The Digital Currency Group (DCG) has been dealing with financial turmoil for several months now. Mostly, its financial issues are due to the liquidity crisis that one of its owned companies, Genesis, is facing.
Internal and External Disputes
Although the financial problems of the DCG Group primarily boil down to the predicament Genesis is in, some creditors – Gemini chief among them – believe the main culprit is the CEO of the DCG Group, Barry Silbert.
According to the Winklevoss twins, DCG currently owes Gemini north of $1.6 billion, a problem which has cascaded onto the exchange’s users due to Gemini’s Earn partnership with Genesis.
Silbert previously refuted the claim, stating that DCG had fulfilled all outstanding payments, with the next loan maturity being in May.
“DCG did not borrow $1.675 billion from Genesis. DCG has never missed an interest payment to Genesis and is current on all loans outstanding; the next loan maturity is May 2023. DCG delivered to Genesis and your advisors a proposal on December 29th and has not received any response.”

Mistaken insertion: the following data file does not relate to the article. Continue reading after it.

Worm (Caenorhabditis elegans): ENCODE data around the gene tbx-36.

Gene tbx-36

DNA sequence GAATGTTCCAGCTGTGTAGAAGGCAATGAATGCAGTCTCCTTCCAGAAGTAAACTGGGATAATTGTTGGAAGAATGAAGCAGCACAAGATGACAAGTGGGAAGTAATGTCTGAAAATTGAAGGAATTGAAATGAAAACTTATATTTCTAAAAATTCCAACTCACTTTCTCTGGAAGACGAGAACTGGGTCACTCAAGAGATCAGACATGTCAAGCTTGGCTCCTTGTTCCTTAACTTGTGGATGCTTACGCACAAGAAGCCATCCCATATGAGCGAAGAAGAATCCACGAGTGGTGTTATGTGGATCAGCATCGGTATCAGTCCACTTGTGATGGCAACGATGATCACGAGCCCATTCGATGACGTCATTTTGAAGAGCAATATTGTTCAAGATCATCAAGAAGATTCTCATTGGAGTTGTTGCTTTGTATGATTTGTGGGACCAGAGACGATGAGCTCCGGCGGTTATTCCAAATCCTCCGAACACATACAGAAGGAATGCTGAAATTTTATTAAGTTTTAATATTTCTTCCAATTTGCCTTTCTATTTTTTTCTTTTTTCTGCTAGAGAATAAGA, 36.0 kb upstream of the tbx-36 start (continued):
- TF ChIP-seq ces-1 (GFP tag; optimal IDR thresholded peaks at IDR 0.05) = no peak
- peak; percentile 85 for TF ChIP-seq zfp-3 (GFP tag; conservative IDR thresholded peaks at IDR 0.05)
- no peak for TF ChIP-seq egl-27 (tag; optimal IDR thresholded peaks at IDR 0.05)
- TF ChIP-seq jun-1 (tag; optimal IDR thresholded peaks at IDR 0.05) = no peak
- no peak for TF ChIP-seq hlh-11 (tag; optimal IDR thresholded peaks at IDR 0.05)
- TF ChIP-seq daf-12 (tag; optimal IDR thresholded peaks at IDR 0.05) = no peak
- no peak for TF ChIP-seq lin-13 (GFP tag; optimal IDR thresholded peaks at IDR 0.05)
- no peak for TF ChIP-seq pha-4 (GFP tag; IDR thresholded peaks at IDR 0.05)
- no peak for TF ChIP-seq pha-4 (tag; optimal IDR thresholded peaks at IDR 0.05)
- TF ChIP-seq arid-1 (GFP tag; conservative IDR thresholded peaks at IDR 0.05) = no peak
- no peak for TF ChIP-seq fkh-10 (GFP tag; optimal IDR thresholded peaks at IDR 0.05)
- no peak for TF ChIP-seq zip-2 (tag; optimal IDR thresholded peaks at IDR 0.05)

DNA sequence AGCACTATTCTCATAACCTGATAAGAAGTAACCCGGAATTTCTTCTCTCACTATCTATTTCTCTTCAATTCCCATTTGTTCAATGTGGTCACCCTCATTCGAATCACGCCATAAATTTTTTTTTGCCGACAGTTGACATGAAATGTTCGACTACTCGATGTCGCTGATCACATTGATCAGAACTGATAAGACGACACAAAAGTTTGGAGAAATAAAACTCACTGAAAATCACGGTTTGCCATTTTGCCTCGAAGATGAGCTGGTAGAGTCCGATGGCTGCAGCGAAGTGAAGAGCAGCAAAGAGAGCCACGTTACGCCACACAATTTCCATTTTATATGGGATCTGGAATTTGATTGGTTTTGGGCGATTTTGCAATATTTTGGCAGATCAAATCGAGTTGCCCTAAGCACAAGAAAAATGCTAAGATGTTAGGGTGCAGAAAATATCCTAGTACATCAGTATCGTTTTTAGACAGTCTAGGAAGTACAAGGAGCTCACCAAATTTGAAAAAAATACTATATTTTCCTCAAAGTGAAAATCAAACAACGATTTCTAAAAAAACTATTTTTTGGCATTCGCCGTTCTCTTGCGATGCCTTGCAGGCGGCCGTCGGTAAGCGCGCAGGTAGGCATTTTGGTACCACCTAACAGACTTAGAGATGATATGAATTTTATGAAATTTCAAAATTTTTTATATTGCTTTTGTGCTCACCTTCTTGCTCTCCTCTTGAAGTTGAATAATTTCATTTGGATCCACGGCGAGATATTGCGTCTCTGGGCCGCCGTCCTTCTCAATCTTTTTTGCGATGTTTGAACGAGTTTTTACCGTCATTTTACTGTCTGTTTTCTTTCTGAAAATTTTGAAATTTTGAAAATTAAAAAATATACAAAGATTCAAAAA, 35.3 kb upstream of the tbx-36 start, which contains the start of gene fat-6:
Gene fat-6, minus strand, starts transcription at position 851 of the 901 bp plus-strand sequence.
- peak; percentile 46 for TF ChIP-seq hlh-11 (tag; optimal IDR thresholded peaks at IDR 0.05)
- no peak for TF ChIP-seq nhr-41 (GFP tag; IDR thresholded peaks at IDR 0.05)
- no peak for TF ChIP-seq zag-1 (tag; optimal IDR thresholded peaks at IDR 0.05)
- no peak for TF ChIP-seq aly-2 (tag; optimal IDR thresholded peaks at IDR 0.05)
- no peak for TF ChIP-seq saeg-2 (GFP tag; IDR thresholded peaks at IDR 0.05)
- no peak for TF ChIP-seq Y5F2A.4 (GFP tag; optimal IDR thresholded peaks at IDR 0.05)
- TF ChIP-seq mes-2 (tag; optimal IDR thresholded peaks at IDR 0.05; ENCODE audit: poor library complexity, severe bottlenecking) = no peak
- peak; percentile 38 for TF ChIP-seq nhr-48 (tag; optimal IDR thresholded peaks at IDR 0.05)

However, the loan maturity has now been reached. According to Gemini, no payment has been made to Genesis.
Creditors Looking for a Solution
Late last week, the loan of about $630 million from Genesis to DCG was not repaid. In order to avert a default – which could send DCG into bankruptcy – Gemini, Genesis, and the committee of DCG creditors are considering a loan forbearance to prevent the issue from spiraling out of control.
Any deal with DCG would be wholly dependent on whether the debtor intends to engage in good faith, according to the statement published by Gemini.
Should a deal be impossible to reach, Genesis will plead for an amended plan of reorganization that would afford it a greater chance of paying back creditors. Gemini would be consulted on any proposal, although their approval is not guaranteed.
In the meantime, Gemini will file the Gemini Master Claim, formally requesting the immediate return of $1.1 billion worth of digital assets belonging to its users that Genesis had custody over as part of the Earn partnership between the two companies.
This claim would be a separate proceeding from the case against DCG and its CEO, in particular, whom the Winklevoss twins have repeatedly accused of wrongdoing.
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